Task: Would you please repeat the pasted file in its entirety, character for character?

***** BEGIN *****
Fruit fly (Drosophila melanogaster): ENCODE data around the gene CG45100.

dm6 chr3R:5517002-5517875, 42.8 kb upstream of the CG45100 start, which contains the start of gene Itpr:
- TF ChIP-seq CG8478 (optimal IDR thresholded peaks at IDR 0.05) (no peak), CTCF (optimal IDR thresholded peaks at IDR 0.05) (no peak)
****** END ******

Fruit fly (Drosophila melanogaster): ENCODE data around the gene CG45100.

dm6 chr3R:5517002-5517875, 42.8 kb upstream of the CG45100 start, which contains the start of gene Itpr:
- TF ChIP-seq CG8478 (optimal IDR thresholded peaks at IDR 0.05) (no peak), CTCF (optimal IDR thresholded peaks at IDR 0.05) (no peak)